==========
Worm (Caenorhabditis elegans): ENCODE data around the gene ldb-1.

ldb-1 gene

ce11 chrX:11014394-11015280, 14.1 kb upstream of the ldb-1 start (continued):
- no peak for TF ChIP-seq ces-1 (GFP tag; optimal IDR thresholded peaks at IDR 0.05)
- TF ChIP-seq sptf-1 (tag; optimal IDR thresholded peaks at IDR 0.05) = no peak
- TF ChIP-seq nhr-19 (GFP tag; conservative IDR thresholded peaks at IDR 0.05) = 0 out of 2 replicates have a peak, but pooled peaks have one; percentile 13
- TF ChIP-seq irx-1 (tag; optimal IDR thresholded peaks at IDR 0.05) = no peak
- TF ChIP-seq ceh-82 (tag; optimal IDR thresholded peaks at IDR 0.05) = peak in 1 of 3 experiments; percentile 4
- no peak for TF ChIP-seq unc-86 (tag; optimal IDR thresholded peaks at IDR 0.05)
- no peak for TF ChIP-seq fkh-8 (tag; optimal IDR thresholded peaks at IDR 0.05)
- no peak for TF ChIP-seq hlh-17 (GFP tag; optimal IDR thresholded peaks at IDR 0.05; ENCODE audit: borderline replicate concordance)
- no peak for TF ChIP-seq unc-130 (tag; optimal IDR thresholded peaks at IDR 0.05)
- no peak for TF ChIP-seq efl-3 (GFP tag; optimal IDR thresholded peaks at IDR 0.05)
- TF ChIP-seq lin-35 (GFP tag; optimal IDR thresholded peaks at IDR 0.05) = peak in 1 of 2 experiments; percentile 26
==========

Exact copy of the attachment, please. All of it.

Worm (Caenorhabditis elegans): ENCODE data around the gene ldb-1.

ldb-1 gene

ce11 chrX:11014394-11015280, 14.1 kb upstream of the ldb-1 start (continued):
- no peak for TF ChIP-seq ces-1 (GFP tag; optimal IDR thresholded peaks at IDR 0.05)
- TF ChIP-seq sptf-1 (tag; optimal IDR thresholded peaks at IDR 0.05) = no peak
- TF ChIP-seq nhr-19 (GFP tag; conservative IDR thresholded peaks at IDR 0.05) = 0 out of 2 replicates have a peak, but pooled peaks have one; percentile 13
- TF ChIP-seq irx-1 (tag; optimal IDR thresholded peaks at IDR 0.05) = no peak
- TF ChIP-seq ceh-82 (tag; optimal IDR thresholded peaks at IDR 0.05) = peak in 1 of 3 experiments; percentile 4
- no peak for TF ChIP-seq unc-86 (tag; optimal IDR thresholded peaks at IDR 0.05)
- no peak for TF ChIP-seq fkh-8 (tag; optimal IDR thresholded peaks at IDR 0.05)
- no peak for TF ChIP-seq hlh-17 (GFP tag; optimal IDR thresholded peaks at IDR 0.05; ENCODE audit: borderline replicate concordance)
- no peak for TF ChIP-seq unc-130 (tag; optimal IDR thresholded peaks at IDR 0.05)
- no peak for TF ChIP-seq efl-3 (GFP tag; optimal IDR thresholded peaks at IDR 0.05)
- TF ChIP-seq lin-35 (GFP tag; optimal IDR thresholded peaks at IDR 0.05) = peak in 1 of 2 experiments; percentile 26